When Netherlands-born Huib Fens went to live in Kerry, Ireland, he was inspired to write a collection of poetry. Drawn from the unfamiliar and enchanting landscapes and a communal, everyday experience, Fens’ poems have in turn inspired his artwork.
With a range of sculptures and paintings, Fens credits writers and architects for first establishing his artistic sensibility. He has started recreating the houses and workspaces of the people who have inspired him, saying the process of virtually rebuilding these rooms allows him to become a part of the space, to stay, think and work alongside his heroes.
Longlisted for the Aesthetica Art Prize 2016, Fens’ recent work Writing in Amherst is a similar exploration of his role models’ work spaces, and through it their processes. He has said that another rewarding aspect of his practise is the ability to transpose his own possessions within these interiors.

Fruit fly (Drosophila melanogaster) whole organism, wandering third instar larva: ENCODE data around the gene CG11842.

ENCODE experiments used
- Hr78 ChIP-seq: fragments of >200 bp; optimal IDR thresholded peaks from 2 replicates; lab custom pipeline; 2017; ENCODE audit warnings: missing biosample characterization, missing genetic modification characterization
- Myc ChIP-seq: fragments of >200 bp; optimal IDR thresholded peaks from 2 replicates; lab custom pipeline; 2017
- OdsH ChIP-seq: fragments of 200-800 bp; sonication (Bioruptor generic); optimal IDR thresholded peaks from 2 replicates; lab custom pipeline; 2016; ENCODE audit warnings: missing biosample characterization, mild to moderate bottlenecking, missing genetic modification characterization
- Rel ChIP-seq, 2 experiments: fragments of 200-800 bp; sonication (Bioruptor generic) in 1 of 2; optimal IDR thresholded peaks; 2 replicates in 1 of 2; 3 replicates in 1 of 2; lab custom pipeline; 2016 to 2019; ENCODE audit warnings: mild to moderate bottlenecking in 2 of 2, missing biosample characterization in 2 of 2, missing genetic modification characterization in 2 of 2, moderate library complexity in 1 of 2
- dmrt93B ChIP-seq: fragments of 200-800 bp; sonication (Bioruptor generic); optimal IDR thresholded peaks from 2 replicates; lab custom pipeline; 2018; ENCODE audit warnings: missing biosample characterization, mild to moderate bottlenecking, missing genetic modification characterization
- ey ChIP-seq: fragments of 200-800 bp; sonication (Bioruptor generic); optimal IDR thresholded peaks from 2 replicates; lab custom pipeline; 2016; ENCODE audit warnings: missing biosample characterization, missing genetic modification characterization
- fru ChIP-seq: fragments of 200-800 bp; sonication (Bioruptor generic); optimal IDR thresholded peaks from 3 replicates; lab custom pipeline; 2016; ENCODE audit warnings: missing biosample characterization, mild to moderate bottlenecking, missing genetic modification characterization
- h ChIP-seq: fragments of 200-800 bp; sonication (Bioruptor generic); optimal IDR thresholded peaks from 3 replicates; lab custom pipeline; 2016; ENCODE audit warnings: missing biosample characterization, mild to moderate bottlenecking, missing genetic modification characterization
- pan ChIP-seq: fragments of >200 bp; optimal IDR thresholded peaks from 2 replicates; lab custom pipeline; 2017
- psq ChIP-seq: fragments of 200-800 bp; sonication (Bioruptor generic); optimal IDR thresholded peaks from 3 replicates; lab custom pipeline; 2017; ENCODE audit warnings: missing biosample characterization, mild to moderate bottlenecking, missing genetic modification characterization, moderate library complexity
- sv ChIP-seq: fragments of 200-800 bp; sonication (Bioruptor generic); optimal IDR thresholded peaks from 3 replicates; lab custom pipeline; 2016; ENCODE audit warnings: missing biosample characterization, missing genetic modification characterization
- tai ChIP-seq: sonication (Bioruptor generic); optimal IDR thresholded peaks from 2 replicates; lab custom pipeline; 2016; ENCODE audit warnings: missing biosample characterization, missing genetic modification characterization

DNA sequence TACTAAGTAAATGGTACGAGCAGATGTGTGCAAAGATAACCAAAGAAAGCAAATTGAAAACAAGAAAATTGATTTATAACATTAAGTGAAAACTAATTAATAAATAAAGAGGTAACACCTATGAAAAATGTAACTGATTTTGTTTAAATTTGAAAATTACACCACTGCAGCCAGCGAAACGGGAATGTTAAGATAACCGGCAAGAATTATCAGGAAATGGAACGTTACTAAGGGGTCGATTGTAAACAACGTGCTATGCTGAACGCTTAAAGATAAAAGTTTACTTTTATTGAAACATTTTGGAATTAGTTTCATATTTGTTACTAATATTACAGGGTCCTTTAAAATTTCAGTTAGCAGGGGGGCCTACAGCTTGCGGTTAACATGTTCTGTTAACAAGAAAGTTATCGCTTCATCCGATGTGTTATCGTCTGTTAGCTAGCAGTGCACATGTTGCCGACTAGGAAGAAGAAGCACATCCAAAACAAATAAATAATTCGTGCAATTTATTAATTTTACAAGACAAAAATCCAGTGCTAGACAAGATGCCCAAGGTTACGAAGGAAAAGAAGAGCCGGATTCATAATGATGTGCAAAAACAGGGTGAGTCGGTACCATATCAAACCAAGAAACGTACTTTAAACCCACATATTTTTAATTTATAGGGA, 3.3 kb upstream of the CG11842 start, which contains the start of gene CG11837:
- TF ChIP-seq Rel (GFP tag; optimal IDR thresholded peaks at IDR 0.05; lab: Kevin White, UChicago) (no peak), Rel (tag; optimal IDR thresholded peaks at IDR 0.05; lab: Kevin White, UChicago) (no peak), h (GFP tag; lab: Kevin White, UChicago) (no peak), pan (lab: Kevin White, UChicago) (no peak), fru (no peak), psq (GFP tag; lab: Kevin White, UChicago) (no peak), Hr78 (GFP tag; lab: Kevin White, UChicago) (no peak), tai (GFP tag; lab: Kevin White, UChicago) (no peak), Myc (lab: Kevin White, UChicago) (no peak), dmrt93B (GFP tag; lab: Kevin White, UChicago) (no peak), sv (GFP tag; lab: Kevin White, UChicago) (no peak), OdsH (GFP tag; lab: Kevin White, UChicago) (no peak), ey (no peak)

Bringing in his chair, desk lamp and favourite books, he becomes a physical presence within a virtual world. The piece exemplifies the circularity of inspiration, and in doing so becomes a testament to the immortal influence and effect art can have.
The Aesthetica Art Prize is now open for entries, accepting submissions across a range of media including photography, sculpture, installation, painting and artists’ film. Prizes include up to £5,000 courtesy of Hiscox, a group exhibition, publication in the Future Now anthology, up to £250 art supplies vouchers courtesy of Winsor & Newton and a selection of Prestel art books. Shortlisted and longlisted artists are also promoted via Aesthetica’s online channels.
To enter, visit www.aestheticamagazine.com/artprize
1. Huib Fens Writing in Amherst (Emily Dickinson) 2014.